It's a steamy Thursday night here in South Africa's black cultural hub, and a pair of bubbly 40-somethings named Florence and Portia are camped out at Jozi FM, a community radio station.
They're here because they're tired of being two-timed by a man named Thabo.
He professes his love to Portia one day, Florence the next. So tonight, with help from a popular radio show called "Cheaters," they aim to lure him in - and expose him on air. They even hope he'll be jeered afterward by throngs who gather in the station's parking lot.
In the era of AIDS - with a new UN report saying 89 million Africans could contract the disease by 2025, and with about 1 in 9 South Africans already infected - "Cheaters" has become a South African radio sensation. The show is so popular, say listeners and hosts, in part because it's one of the first public forums addressing a common behavior that's spreading AIDS fast: infidelity. Despite the Jerry Springer vibe, including occasional brawls, "What we stand for is being faithful," says host Matthew Montshojang.
The basic concept is this: Suspect your husband, wife, boyfriend, or girlfriend is cheating? Go to Jozi FM with details, and they'll put an investigative team on their tail - following them 24 hours a day, nabbing discarded hotel or ATM receipts, sometimes videotaping romantic dalliances.
Typically, alleged cheaters come on air to defend themselves from their partners' charges. Then cohost Prince Tshabalala lays out the evidence collected by his investigators.
Results can be chaotic. On a recent show, the hosts barged into a house and caught a man and his mistress canoodling. The wife had come with the radio team, and the mistress lunged at the wife with a broken bottle. Mr. Montshojang, the host, got slashed as he separated the women. This episode proved true to the show's disclaimer: "Cheaters is not for sensitive listeners."
It's all based on a US reality TV show that hasn't attained nearly as much fame as its South African imitator. One reason may be that, in South Africa, exposing cheaters is an explosive idea.
Cheating is winked at here, says Montshojang. One saying goes: "If you don't have a mistress, you won't have a warm house."
Behind such enigmatic proverbs are several factors that give rise to what sociologists call "concurrent relationships" among many southern African adults. One factor is a long-established migrant-labor system, which makes miners live far from their families - and more apt to take mistresses. Another is huge income disparities, often between BMW-driving men and poor young women living in tin shacks, who engage in "transactional sex." Older men give teenage girls "gifts," which the teens use to buy clothes or cellphone airtime.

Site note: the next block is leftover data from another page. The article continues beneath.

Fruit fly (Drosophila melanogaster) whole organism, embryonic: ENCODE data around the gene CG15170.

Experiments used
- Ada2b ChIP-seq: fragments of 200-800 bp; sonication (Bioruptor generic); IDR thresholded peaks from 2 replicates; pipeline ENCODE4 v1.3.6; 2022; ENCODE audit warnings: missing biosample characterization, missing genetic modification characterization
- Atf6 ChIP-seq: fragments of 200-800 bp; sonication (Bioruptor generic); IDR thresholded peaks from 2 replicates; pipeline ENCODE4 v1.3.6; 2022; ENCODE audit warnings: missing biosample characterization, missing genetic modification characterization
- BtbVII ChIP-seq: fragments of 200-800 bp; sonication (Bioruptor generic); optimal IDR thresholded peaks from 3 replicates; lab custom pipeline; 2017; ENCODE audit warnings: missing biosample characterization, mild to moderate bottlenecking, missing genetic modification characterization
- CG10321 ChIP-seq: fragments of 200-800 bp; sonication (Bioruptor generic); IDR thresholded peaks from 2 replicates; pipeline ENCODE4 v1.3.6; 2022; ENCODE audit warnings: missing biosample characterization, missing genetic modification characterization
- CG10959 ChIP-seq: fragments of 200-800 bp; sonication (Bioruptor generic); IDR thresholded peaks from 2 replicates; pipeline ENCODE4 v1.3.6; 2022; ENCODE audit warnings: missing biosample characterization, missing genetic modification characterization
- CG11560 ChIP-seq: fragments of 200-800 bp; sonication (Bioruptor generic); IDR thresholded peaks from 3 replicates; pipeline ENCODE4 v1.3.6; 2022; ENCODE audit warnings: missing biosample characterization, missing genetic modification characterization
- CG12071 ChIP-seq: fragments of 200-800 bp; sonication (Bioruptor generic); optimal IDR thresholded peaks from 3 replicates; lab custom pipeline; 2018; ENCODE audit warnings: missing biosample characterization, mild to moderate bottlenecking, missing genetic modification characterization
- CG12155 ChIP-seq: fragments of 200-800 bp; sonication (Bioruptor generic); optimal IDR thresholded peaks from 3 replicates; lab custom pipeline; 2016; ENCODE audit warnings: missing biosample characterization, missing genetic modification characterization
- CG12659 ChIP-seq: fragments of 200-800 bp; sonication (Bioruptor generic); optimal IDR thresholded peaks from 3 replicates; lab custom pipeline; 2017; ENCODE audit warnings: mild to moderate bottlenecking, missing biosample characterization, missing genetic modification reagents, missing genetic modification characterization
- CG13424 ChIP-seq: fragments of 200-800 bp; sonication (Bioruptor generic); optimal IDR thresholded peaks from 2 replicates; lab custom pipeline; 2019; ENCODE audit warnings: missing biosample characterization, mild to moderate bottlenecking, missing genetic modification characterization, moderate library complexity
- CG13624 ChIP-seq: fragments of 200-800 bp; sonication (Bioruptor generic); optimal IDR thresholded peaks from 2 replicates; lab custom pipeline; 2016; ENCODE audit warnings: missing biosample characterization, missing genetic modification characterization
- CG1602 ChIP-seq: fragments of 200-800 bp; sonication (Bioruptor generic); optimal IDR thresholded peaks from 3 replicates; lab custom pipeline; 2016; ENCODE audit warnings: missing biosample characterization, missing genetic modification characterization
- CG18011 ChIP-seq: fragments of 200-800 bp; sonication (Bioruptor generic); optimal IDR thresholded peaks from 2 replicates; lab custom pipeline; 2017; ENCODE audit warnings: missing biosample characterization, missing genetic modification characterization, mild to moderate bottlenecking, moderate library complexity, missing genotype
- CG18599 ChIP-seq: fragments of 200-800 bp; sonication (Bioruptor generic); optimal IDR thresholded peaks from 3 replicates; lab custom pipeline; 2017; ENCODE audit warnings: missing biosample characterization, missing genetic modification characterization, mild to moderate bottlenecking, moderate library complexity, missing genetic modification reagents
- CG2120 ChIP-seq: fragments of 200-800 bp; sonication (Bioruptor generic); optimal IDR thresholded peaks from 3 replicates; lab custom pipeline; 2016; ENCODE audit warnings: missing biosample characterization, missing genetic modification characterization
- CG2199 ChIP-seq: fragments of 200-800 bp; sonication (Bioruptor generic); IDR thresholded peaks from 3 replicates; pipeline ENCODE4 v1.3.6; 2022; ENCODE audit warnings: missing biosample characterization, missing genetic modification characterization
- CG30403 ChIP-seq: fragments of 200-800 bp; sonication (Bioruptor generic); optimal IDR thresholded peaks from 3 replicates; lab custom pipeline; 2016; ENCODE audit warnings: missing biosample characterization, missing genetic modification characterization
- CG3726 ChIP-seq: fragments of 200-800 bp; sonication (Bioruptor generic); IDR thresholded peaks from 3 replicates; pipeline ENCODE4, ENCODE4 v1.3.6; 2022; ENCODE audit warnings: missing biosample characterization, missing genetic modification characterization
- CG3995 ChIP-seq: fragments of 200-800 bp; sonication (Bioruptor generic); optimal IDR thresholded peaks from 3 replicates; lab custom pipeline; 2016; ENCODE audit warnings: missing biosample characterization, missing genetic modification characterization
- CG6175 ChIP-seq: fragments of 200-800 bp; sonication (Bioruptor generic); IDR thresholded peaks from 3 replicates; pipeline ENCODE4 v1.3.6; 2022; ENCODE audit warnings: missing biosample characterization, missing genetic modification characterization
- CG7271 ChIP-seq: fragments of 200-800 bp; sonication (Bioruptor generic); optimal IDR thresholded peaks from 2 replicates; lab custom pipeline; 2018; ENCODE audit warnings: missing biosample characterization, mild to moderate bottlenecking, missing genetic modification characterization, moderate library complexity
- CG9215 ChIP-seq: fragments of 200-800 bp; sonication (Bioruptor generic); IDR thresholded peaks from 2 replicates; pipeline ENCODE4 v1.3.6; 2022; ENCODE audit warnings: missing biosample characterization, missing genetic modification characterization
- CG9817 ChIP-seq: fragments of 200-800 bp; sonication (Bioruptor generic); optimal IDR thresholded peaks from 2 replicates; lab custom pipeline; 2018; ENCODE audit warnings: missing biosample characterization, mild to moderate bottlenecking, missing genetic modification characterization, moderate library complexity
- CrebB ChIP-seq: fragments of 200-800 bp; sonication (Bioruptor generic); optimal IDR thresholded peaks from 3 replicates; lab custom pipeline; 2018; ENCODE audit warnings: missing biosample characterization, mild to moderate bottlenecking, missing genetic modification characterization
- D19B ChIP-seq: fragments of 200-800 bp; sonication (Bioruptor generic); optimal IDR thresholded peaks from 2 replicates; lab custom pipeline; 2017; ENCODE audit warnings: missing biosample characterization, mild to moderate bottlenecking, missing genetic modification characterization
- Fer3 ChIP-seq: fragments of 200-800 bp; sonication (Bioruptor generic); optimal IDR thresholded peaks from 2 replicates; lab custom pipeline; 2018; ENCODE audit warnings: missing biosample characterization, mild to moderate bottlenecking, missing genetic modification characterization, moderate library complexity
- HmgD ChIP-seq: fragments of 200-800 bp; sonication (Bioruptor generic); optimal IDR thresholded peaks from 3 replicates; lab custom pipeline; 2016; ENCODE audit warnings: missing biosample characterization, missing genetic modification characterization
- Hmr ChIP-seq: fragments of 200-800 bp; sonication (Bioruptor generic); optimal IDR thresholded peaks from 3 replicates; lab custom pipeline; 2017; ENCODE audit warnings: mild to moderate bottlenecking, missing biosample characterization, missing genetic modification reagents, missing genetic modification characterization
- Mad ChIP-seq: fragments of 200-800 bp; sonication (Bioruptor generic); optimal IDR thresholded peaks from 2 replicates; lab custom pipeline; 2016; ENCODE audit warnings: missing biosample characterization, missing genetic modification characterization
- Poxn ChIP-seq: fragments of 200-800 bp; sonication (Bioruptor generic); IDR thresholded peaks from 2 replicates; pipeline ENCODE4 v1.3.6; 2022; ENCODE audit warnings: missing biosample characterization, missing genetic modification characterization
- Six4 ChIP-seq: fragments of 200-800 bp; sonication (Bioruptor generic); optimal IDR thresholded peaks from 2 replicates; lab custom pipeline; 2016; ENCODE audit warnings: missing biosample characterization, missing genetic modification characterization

For Florence and Portia, though, there's no excuse for Thabo's two-timing. Florence met him two months ago via a personal-ad service that runs on some South African cellphones. She says he has begun saying he wants to marry her. Standing in Jozi FM's reception room, she shows off a text message to her cellphone: "Baby, I need u in my arms 4ever."
But the women suspected Thabo was cheating. So Portia, Florence's longtime friend, called him and asked him out. He said yes "without even hesitating," says Portia, rolling her eyes.
So tonight they're trying to set him up. Portia has invited him to dinner. But he's late. She calls and implores him. "I love you baby," she coos. But it's not enough to lure him in. He says he's not feeling well - and backs out.
The women think he suspects a trick. In fact, for the first time in its year-long history, no "cheaters" get outed on tonight's two-hour show. The investigators couldn't find any. "I guess the cheaters know better than to be doing their thing on Thursday nights," laments Montshojang. Maybe the show really is changing behavior, he says, "at least on Thursdays."
Such behavior change - what AIDS experts call "partner reduction" - has been linked to decreasing infection rates. In Uganda, which saw a dramatic fall in HIV prevalence in the 1990s, the frequency of casual sex dropped 60 percent from 1989 to 1995, according to an article in the journal Science last year. This followed a government ad campaign preaching "Love Faithfully" and "Zero Grazing" - no infidelity.
In South Africa, however, "most AIDS prevention work is focused strongly on condom promotion" - not "partner reduction," says Warren Parker, director of the Center for AIDS Development, Research and Education in Johannesburg. But that's starting to change, if slightly.
"There's been a bit of a realization that 'partner reduction' is an important aspect" of the AIDS fight, he says. "Cheaters" is one of the few places where the issue is tackled directly. Yet he worries about its harsh condemnations: "If AIDS prevention becomes linked to a moral blame scenario, it complicates things."
New efforts are apparently needed. A March 4 UN report argues if African and other governments don't ramp up anti-AIDS action, 89 million new HIV infections could occur by 2025. A proactive response, however, could prevent 43 million of these infections. It would include a doubling of outside aid to Africa and dramatically boosting availability of AIDS drugs.
The UN report focuses mostly on governments, but "Cheaters" cohost Montshojang says his show is at the real forefront of where change needs to happen: "We're exposing all the bad things men and women are doing that hurt the whole community."
But with this week's no-shows, the outing will have to wait. By 10:30 p.m., Portia and Florence agree to give up their quest for now. Walking out into the Soweto night, Florence mumbles hopefully, "Next week we will get him."